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Published: 2003-03-26 00:00:00

Getting 80,000 New Zealand farmers involved in more effective farm management will benefit the whole country, this month’s Environment Waikato Drystock Liaison Group meeting heard.

Waikato farmer Graham McBride outlined progress with the SAMsn sustainable agricultural management systems project, which is bringing more than 20 different agricultural quality assurance systems under one umbrella.

Mr McBride said farmers needed to think smarter. The country had at least 21 different systems covering environmentally sustainable management for farms, there was a lot of repetition and duplication and farmers had too many choices coming at them to make an attitudinal change to their farming practices.

They were getting confused at the mixed signals from various groups, and their uncertainty about what they were supposed to do led to inaction.

He said it was important to consider who quality assurance programmes were aimed at. Instructions and advice needed to be written so the people who needed to use the information – sharemilkers and land managers could understand it. They were also under resourced to take action.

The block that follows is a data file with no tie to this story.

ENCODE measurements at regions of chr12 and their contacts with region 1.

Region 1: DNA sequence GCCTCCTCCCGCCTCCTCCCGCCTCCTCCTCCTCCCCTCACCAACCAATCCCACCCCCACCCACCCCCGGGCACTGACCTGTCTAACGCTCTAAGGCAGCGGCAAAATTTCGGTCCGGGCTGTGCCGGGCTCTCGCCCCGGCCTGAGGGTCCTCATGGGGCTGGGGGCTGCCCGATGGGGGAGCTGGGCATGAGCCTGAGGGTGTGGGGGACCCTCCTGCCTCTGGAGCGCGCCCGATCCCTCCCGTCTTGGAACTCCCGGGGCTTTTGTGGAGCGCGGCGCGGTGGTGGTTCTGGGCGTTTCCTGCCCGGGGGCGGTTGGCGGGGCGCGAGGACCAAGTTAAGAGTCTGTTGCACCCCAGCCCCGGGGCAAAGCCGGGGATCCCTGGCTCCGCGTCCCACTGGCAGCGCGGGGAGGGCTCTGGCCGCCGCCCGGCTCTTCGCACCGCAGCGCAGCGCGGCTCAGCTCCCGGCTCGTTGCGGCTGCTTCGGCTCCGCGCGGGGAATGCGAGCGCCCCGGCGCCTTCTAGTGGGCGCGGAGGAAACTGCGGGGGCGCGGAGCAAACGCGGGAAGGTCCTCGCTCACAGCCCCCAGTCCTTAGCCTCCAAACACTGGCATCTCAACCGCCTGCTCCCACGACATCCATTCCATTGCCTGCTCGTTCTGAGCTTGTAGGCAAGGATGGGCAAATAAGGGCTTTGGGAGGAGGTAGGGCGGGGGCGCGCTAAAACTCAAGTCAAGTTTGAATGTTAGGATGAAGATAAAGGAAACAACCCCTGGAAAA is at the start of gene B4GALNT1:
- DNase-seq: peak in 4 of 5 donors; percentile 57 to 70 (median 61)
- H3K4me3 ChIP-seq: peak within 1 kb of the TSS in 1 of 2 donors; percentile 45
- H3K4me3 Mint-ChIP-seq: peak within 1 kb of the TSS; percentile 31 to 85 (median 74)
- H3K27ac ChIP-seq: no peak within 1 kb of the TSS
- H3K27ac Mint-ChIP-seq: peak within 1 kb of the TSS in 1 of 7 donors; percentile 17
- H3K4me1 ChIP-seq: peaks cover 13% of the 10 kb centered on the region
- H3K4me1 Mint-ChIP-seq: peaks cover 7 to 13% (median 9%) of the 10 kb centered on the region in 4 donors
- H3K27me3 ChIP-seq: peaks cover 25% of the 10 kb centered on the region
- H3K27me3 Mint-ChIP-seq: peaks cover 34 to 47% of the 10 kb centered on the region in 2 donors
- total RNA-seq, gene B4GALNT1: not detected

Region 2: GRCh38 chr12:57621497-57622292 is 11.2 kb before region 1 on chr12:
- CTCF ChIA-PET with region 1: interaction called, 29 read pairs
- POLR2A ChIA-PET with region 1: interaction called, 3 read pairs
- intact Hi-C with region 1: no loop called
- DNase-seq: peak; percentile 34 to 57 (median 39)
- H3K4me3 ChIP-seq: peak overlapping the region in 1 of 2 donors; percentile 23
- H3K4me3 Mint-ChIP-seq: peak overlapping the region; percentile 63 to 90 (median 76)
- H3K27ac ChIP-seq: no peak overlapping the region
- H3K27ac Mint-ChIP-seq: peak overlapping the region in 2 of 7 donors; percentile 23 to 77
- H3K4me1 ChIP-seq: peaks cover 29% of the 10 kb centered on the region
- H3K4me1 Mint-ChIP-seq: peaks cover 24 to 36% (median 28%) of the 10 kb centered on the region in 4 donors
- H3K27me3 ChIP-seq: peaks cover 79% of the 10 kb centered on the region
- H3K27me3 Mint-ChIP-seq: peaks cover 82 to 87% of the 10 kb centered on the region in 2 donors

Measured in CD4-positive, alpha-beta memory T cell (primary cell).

The Waikato had 27,000 farming families, 33 percent in dairying, 18 percent in beef, 10 percent in other livestock and 10 percent in fruit production. Many were running several different kinds of operations at once and all had very different recording systems.

“We’re getting compliance fatigue. We need to de-mystify, de-polysyllablise and de-jargonise these programmes. If you want to grow olives or emus, this programme is designed to be complementary.”

The SAMsn project is designed to help the primary sector improve its existing quality assurance systems to cover the key principals of production quality and safety, environment, animal welfare, financial and social issues.

The aim was to meet market and community demands and maximise economic benefits. For landowners the system would avoid duplication, provide market links, encourage uptake, reduce compliance costs and simplify their work, using existing effective tools.